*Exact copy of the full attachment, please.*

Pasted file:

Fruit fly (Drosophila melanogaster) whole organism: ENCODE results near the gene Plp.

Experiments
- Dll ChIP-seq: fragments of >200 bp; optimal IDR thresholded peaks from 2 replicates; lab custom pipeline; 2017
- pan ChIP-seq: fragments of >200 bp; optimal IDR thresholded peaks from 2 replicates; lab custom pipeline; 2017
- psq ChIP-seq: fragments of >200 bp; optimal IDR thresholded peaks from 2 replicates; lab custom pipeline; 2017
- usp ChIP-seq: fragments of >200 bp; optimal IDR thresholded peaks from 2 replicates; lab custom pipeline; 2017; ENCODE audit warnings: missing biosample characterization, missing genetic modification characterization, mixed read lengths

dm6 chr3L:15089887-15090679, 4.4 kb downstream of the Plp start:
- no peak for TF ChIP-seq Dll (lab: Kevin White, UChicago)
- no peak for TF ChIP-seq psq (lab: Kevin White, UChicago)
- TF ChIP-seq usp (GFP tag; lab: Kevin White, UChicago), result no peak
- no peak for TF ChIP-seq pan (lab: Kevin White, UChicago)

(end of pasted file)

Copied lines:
Fruit fly (Drosophila melanogaster) whole organism: ENCODE results near the gene Plp.

Experiments
- Dll ChIP-seq: fragments of >200 bp; optimal IDR thresholded peaks from 2 replicates; lab custom pipeline; 2017
- pan ChIP-seq: fragments of >200 bp; optimal IDR thresholded peaks from 2 replicates; lab custom pipeline; 2017
- psq ChIP-seq: fragments of >200 bp; optimal IDR thresholded peaks from 2 replicates; lab custom pipeline; 2017
- usp ChIP-seq: fragments of >200 bp; optimal IDR thresholded peaks from 2 replicates; lab custom pipeline; 2017; ENCODE audit warnings: missing biosample characterization, missing genetic modification characterization, mixed read lengths

dm6 chr3L:15089887-15090679, 4.4 kb downstream of the Plp start:
- no peak for TF ChIP-seq Dll (lab: Kevin White, UChicago)
- no peak for TF ChIP-seq psq (lab: Kevin White, UChicago)
- TF ChIP-seq usp (GFP tag; lab: Kevin White, UChicago), result no peak
- no peak for TF ChIP-seq pan (lab: Kevin White, UChicago)